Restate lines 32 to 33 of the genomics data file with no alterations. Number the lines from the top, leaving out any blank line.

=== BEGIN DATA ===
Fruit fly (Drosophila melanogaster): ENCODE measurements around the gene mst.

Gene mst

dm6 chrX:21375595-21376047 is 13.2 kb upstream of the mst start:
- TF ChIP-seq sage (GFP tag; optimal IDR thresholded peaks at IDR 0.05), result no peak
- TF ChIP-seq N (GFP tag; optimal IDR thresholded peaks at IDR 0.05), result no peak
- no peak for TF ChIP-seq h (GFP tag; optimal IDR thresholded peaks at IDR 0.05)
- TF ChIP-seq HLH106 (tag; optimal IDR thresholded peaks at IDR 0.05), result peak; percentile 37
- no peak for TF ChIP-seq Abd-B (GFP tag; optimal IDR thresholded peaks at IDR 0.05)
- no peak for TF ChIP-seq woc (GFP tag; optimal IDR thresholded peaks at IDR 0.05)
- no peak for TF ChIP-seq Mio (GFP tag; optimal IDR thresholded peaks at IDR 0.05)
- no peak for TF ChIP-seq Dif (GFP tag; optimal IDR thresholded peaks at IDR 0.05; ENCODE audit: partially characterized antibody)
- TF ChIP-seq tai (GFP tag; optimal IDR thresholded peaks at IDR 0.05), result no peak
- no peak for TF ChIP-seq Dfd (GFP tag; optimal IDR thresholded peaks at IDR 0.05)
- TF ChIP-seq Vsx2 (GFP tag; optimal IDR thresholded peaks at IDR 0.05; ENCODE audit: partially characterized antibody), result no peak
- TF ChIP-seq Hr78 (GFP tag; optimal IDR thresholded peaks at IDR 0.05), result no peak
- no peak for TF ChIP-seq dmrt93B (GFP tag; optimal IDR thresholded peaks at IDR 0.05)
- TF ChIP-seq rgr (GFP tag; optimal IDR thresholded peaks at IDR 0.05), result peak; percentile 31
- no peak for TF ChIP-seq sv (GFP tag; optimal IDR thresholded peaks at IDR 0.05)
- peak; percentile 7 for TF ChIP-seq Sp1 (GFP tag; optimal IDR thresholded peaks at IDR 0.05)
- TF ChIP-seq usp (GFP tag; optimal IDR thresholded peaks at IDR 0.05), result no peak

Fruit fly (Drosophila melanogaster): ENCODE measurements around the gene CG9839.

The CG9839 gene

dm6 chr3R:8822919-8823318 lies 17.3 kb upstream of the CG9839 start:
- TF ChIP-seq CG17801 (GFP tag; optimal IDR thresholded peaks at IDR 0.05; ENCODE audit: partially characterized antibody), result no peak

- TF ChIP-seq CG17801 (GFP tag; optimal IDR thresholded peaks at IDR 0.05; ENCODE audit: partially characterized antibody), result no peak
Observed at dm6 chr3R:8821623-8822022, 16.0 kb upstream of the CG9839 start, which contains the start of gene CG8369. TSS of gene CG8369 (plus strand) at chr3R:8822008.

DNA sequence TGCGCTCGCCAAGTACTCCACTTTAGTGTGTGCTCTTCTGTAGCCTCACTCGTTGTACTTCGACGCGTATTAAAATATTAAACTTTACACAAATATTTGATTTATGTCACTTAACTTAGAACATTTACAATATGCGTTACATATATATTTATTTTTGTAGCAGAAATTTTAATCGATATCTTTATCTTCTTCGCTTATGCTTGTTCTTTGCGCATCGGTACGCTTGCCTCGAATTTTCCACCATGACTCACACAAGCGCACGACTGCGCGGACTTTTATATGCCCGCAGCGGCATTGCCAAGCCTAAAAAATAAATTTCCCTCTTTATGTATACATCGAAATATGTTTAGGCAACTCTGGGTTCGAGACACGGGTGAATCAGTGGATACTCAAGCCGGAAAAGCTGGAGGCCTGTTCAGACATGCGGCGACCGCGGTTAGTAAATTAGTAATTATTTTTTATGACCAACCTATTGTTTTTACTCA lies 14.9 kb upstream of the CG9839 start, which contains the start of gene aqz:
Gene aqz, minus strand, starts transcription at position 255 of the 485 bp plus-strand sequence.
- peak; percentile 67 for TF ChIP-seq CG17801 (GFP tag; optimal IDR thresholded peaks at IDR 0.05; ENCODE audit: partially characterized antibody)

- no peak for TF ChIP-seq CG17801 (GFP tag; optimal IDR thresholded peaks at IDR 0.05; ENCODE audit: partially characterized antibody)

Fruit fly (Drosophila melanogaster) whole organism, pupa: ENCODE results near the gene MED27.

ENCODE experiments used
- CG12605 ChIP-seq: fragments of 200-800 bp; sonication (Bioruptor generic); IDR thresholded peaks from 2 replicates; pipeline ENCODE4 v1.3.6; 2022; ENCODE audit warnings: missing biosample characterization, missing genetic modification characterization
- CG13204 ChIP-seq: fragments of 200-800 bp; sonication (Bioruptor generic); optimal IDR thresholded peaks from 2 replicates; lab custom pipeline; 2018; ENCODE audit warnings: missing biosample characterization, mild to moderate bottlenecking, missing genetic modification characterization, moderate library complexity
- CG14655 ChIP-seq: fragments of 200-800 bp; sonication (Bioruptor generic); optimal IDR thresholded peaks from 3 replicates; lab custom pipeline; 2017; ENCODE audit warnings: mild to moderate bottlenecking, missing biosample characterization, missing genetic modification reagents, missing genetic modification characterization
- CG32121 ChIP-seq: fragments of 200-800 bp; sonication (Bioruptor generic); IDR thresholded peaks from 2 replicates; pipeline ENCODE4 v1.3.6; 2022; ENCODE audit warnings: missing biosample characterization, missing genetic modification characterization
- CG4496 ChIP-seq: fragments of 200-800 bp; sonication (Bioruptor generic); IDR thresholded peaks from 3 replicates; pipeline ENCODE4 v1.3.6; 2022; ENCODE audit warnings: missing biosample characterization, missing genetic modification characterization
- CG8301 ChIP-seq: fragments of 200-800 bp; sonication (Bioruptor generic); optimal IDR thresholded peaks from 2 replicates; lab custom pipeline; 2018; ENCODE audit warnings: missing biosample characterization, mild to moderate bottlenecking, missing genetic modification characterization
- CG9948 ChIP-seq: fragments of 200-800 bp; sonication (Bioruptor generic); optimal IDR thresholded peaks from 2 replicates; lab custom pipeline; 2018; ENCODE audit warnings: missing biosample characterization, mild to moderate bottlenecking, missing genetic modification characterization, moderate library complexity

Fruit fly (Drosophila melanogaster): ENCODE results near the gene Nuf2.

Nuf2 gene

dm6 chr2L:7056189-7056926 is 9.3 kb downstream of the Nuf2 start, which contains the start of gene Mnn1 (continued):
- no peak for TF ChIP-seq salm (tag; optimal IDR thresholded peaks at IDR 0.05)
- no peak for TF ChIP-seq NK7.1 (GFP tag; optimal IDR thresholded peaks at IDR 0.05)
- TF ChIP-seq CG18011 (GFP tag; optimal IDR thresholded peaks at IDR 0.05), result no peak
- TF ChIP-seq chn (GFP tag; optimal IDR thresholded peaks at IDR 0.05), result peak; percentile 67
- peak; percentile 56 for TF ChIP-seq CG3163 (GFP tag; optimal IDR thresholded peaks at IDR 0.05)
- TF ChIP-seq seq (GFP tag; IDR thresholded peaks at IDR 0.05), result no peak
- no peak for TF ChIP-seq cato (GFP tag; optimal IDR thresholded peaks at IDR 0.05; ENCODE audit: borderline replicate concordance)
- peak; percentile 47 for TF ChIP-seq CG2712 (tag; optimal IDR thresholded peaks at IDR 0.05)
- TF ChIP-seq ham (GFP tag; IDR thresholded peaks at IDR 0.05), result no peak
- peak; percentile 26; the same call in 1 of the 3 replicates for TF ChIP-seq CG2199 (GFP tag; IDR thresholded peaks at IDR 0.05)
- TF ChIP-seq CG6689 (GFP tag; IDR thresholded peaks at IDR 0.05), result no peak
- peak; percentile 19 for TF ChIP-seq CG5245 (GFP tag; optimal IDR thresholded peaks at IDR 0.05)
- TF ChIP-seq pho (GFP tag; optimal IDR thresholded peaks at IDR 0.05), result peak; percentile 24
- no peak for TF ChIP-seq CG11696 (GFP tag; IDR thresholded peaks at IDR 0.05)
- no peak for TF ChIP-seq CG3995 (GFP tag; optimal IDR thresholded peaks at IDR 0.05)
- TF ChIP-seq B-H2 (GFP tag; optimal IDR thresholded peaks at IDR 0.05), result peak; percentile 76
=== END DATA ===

ENCODE experiments used
- CG12605 ChIP-seq: fragments of 200-800 bp; sonication (Bioruptor generic); IDR thresholded peaks from 2 replicates; pipeline ENCODE4 v1.3.6; 2022; ENCODE audit warnings: missing biosample characterization, missing genetic modification characterization